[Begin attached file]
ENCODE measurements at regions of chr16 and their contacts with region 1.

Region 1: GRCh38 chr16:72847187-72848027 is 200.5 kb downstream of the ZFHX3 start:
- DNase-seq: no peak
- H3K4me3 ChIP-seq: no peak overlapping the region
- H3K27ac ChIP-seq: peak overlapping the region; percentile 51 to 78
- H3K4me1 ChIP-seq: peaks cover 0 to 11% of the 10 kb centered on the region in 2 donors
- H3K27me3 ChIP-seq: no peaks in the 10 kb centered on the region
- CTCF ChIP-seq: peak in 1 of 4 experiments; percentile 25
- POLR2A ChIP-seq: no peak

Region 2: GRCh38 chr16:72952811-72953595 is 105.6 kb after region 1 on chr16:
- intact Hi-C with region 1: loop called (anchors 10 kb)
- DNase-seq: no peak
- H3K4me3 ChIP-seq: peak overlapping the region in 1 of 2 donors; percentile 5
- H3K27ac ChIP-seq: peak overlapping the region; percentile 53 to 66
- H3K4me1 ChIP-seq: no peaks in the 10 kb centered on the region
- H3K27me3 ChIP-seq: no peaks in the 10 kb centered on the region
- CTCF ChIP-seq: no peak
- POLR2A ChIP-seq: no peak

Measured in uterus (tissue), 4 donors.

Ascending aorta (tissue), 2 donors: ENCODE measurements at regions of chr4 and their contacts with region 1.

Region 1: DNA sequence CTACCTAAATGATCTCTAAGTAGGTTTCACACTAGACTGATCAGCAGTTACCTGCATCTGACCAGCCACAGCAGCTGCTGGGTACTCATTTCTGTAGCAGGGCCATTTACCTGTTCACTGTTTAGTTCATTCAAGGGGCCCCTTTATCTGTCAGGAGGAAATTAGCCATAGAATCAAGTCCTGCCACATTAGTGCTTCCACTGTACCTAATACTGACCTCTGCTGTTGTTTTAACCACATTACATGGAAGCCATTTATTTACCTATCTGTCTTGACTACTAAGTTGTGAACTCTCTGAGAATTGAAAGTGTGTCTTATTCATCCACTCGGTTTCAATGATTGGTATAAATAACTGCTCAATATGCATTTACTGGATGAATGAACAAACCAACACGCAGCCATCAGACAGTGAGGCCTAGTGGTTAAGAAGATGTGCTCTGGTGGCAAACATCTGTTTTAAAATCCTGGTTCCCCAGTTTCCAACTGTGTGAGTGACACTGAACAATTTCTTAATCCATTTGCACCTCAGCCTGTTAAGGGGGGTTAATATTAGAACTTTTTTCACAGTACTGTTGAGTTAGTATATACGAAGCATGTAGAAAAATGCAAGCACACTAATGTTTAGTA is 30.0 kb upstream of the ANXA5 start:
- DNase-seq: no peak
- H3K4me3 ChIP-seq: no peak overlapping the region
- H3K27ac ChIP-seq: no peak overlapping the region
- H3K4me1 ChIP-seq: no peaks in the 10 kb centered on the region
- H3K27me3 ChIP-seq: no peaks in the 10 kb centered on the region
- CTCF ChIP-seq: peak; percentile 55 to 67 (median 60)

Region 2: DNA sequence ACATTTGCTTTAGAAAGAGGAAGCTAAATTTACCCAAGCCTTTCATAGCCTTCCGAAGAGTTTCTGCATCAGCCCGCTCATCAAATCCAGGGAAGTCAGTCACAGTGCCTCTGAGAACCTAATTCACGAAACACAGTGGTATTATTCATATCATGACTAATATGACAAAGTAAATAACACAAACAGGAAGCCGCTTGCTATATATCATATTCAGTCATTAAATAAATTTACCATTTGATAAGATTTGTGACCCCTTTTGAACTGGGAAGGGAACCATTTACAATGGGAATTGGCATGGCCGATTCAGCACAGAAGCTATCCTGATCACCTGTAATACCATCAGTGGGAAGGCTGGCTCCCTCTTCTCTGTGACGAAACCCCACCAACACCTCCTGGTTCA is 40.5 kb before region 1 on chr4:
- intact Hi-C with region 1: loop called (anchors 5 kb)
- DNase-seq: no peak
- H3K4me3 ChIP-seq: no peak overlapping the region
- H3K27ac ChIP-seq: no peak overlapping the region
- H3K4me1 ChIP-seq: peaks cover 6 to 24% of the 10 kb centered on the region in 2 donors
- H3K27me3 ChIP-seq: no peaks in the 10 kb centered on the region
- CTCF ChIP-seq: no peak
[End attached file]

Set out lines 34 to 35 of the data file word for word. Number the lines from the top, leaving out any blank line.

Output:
- H3K27me3 ChIP-seq: no peaks in the 10 kb centered on the region
- CTCF ChIP-seq: no peak